Time of Application: The time when you apply the fertilizers is also crucial. In cold climates, fertilizers should not be applied during winter and autumn, as they will favor young growth during the winter. Since the weather is harsh during this time, the plants won’t be able to survive for long. Therefore, fertilizers should only be applied during the spring. In fact, the time for adding the fertilizers and preparation of the crop should be quite close.
Quantity of Fertilizers: Society suggests that if a farmer is in doubt about the quantity of fertilizer to be added, he should add less fertilizer to be on the safe side.
Organic Fertilizers: It is also suggested that farmers prefer organic fertilizers to chemical fertilizers.
Global awareness for the hazards of long-term chemical fertilizer use is growing. Because of this, more and more farmers all over the world are shifting to organic fertilizers. The agricultural market has also recognized this trend, and has recently employed a full-blown campaign to promote organic and natural fertilizers. Among the benefits of using organic fertilizers are non-toxic food, lower cost, better soil fertility, and of course, a safer environment.
What is Compost?
Agricultural scientists all over the world agree that compost is an excellent source of organic matter for garden plants. Compost provides air, water, organic matter, and microorganisms to your plants, thus enhancing their growth. It also maintains a healthy atmosphere for the soil and hence keeps insects, plant diseases, and weeds away.
What are the Benefits of Compost?
Where can you buy compost? You can purchase compost from the market, as well as online stores. Compost for Sale is a directory of some companies that sell compost in the UK, US, and India.
You can also prepare compost in your own garden. Composting on a small scale can be done through the following three techniques:
Fast Composting: Fast composting is a composting technique used by many biodynamic farmers. A pit of 1m height, 1m width and 1m length is prepared. The length of the pit can be increased according to the space available in your garden and your compost requirement. The pit is filled in with a thin layers of leaves, manure, and straws. Water is added after adding each layer. You can also add some soil between these layers. The pile should be turned regularly to keep it aerated. Compost will be ready within six to eight weeks.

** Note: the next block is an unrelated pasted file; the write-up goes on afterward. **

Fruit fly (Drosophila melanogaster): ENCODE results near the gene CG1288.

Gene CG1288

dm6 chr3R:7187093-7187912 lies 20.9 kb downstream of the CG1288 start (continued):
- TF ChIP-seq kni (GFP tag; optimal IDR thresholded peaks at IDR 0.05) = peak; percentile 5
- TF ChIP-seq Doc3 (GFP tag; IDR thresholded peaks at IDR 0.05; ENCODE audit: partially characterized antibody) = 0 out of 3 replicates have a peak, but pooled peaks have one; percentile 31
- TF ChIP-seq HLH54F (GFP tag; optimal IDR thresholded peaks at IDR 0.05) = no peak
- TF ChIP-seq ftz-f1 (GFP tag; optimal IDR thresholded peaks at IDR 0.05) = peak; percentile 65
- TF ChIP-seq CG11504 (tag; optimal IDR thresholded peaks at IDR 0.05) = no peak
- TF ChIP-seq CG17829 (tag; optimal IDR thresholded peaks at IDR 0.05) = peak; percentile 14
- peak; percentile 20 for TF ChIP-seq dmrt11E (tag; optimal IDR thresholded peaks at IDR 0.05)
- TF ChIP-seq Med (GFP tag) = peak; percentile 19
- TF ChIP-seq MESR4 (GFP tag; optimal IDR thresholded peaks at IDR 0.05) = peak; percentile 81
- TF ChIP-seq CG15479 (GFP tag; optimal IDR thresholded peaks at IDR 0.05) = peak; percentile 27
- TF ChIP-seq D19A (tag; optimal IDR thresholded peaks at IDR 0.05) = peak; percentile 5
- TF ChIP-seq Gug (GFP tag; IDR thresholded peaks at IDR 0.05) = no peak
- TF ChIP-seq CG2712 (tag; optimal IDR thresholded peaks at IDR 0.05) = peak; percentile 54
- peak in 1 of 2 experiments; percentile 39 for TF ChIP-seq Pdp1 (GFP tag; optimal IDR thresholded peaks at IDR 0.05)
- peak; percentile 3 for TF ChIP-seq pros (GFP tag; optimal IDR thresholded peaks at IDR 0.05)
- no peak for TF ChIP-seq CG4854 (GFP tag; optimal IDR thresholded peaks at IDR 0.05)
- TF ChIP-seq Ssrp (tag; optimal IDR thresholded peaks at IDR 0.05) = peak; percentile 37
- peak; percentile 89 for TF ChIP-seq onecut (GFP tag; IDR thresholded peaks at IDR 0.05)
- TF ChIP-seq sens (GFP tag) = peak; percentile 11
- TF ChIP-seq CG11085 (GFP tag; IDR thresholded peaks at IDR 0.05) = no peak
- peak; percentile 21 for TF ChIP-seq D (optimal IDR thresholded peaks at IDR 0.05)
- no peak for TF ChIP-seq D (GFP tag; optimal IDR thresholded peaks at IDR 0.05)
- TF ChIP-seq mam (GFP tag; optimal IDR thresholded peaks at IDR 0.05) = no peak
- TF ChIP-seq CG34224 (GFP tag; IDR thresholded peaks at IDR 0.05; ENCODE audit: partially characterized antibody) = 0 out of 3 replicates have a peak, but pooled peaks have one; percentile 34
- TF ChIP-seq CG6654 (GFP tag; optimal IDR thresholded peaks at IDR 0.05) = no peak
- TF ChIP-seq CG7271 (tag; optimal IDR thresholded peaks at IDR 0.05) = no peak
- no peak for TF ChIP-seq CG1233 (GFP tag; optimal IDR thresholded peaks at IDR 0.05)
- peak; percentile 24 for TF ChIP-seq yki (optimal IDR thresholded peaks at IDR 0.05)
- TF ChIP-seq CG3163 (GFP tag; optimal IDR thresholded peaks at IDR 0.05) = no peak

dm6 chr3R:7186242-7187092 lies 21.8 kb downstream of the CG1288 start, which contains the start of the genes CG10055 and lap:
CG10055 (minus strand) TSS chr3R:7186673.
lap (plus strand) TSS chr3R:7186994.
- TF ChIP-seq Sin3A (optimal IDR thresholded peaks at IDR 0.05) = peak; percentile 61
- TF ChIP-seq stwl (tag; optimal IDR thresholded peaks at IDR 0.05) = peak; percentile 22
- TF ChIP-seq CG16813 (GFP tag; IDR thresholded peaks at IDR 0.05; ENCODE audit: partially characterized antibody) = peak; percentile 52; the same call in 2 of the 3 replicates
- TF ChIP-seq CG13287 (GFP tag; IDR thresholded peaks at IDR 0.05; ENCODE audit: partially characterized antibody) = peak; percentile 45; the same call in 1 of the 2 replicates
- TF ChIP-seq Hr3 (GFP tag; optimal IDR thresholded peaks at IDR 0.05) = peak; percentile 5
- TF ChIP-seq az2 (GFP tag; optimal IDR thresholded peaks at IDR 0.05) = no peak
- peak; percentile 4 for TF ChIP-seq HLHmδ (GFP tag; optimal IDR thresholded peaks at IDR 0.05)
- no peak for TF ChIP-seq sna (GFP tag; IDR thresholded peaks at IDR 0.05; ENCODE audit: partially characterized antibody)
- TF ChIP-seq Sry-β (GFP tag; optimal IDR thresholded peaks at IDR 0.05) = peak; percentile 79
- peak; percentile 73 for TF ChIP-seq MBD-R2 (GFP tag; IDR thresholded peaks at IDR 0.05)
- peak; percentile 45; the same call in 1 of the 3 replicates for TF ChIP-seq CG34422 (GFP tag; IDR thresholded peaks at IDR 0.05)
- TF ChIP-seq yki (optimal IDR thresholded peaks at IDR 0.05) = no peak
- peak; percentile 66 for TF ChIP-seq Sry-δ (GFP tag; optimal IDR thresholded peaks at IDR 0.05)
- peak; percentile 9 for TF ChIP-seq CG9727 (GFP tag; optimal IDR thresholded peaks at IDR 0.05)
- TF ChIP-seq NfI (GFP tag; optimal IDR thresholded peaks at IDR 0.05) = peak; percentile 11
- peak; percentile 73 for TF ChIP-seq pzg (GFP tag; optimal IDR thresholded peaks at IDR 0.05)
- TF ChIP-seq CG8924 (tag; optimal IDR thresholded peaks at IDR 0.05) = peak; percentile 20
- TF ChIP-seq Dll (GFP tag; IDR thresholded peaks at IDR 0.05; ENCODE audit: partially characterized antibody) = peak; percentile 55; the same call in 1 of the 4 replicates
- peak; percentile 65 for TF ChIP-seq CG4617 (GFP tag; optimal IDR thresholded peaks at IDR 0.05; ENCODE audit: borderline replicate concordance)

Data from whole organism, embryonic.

Slow Composting: Slow composting, as the name suggests, is a very slow process and it takes a number of months for compost formation through this method. Organic matter that is rich in carbon (brown organic matter such as saw dust) is the main ingredient. Fill half of the composting pit with carbon rich organic matter, and every day, add kitchen waste or vegetable peelings to this mixture. You can also add soil along with the kitchen waste occasionally. The pit’s contents will gradually decompose and you can start harvesting the compost from the bottom of the pit.
Worm Composting: Worm composting, also known as vermiculture, can be carried out in a bin or in a trench. Fill the bin or trench with soil and organic matter (kitchen waste or vegetable peelings). Then, release red worms into the bin. Ensure that the bin is always moist, but don’t add too much water. Adding water in large quantities will fill the pores built by the worms with water and disturb their colony. You can also make a hole in the bin for purging out any excess water. Some researchers also suggest using earth worms instead of red worms, since earth worms are more effective in converting organic matter into manure. The compost will be ready in a few weeks. While harvesting the compost, take care that you don’t hurt the worms.
Quality of Organic Fertilizers
The NPK value for organic fertilizers depends on the organic matter used for preparing them. Organic matter such as dried blood and fish meal are rich in nitrogen. Fish meal is also rich in phosphorus. Kelp, on the other hand, is rich in potassium. The ability of different types of organic matter to release nutrients is also not the same. Therefore, the availability of nutrients is also an important criterion when selecting the type of organic fertilizer.
The Cornell Cooperative Extension and The Utah State University Extension have provided the nutrient value of different organic matter in their guides Fertilizing Garden Soils and Selecting and Using Organic Fertilizers, respectively. Some of these values are tabulated below:
|Organic Matter||% Nitrogen||% Phosphorus||% Potassium||Availability of Nutrients|
|Alfa Alfa Hay||2-3||0.5-1||1-2||Medium|
|Pine Needles Manure||0.5||0||1||Slow|
|Saw Dust Manure||0-1||0-0.5||0-1||Slow|